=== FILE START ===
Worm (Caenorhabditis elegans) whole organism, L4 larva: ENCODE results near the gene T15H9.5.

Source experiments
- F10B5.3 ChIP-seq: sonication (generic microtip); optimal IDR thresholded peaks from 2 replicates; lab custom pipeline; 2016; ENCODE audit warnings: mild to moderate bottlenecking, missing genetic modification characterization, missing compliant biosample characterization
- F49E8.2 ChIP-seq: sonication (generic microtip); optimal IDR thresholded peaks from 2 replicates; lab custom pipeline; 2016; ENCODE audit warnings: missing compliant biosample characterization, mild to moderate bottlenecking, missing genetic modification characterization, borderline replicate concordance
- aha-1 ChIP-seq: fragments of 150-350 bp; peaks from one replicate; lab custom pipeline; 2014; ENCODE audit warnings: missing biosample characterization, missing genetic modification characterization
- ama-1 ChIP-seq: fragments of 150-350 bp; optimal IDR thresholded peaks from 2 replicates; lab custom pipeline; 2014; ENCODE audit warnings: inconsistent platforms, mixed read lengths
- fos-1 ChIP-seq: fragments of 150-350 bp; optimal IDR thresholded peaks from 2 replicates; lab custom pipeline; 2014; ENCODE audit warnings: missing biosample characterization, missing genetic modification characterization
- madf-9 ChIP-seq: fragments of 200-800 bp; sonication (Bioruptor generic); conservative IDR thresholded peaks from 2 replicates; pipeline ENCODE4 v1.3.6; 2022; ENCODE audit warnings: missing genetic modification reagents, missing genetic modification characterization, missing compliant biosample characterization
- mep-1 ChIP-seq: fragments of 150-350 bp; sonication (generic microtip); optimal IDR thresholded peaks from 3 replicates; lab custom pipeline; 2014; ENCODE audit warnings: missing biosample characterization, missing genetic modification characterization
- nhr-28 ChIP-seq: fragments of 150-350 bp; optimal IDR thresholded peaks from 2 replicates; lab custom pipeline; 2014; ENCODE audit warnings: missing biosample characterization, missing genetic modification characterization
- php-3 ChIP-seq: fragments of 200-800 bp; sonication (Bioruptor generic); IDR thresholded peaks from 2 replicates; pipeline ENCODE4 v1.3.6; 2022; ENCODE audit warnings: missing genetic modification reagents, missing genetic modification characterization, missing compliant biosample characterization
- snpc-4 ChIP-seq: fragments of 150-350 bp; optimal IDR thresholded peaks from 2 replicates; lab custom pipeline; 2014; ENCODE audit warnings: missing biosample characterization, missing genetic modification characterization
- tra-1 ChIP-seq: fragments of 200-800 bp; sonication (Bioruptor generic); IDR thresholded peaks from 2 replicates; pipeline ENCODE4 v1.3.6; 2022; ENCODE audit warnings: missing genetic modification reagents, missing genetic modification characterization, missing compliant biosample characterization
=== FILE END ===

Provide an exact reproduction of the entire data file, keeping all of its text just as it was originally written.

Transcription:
Worm (Caenorhabditis elegans) whole organism, L4 larva: ENCODE results near the gene T15H9.5.

Source experiments
- F10B5.3 ChIP-seq: sonication (generic microtip); optimal IDR thresholded peaks from 2 replicates; lab custom pipeline; 2016; ENCODE audit warnings: mild to moderate bottlenecking, missing genetic modification characterization, missing compliant biosample characterization
- F49E8.2 ChIP-seq: sonication (generic microtip); optimal IDR thresholded peaks from 2 replicates; lab custom pipeline; 2016; ENCODE audit warnings: missing compliant biosample characterization, mild to moderate bottlenecking, missing genetic modification characterization, borderline replicate concordance
- aha-1 ChIP-seq: fragments of 150-350 bp; peaks from one replicate; lab custom pipeline; 2014; ENCODE audit warnings: missing biosample characterization, missing genetic modification characterization
- ama-1 ChIP-seq: fragments of 150-350 bp; optimal IDR thresholded peaks from 2 replicates; lab custom pipeline; 2014; ENCODE audit warnings: inconsistent platforms, mixed read lengths
- fos-1 ChIP-seq: fragments of 150-350 bp; optimal IDR thresholded peaks from 2 replicates; lab custom pipeline; 2014; ENCODE audit warnings: missing biosample characterization, missing genetic modification characterization
- madf-9 ChIP-seq: fragments of 200-800 bp; sonication (Bioruptor generic); conservative IDR thresholded peaks from 2 replicates; pipeline ENCODE4 v1.3.6; 2022; ENCODE audit warnings: missing genetic modification reagents, missing genetic modification characterization, missing compliant biosample characterization
- mep-1 ChIP-seq: fragments of 150-350 bp; sonication (generic microtip); optimal IDR thresholded peaks from 3 replicates; lab custom pipeline; 2014; ENCODE audit warnings: missing biosample characterization, missing genetic modification characterization
- nhr-28 ChIP-seq: fragments of 150-350 bp; optimal IDR thresholded peaks from 2 replicates; lab custom pipeline; 2014; ENCODE audit warnings: missing biosample characterization, missing genetic modification characterization
- php-3 ChIP-seq: fragments of 200-800 bp; sonication (Bioruptor generic); IDR thresholded peaks from 2 replicates; pipeline ENCODE4 v1.3.6; 2022; ENCODE audit warnings: missing genetic modification reagents, missing genetic modification characterization, missing compliant biosample characterization
- snpc-4 ChIP-seq: fragments of 150-350 bp; optimal IDR thresholded peaks from 2 replicates; lab custom pipeline; 2014; ENCODE audit warnings: missing biosample characterization, missing genetic modification characterization
- tra-1 ChIP-seq: fragments of 200-800 bp; sonication (Bioruptor generic); IDR thresholded peaks from 2 replicates; pipeline ENCODE4 v1.3.6; 2022; ENCODE audit warnings: missing genetic modification reagents, missing genetic modification characterization, missing compliant biosample characterization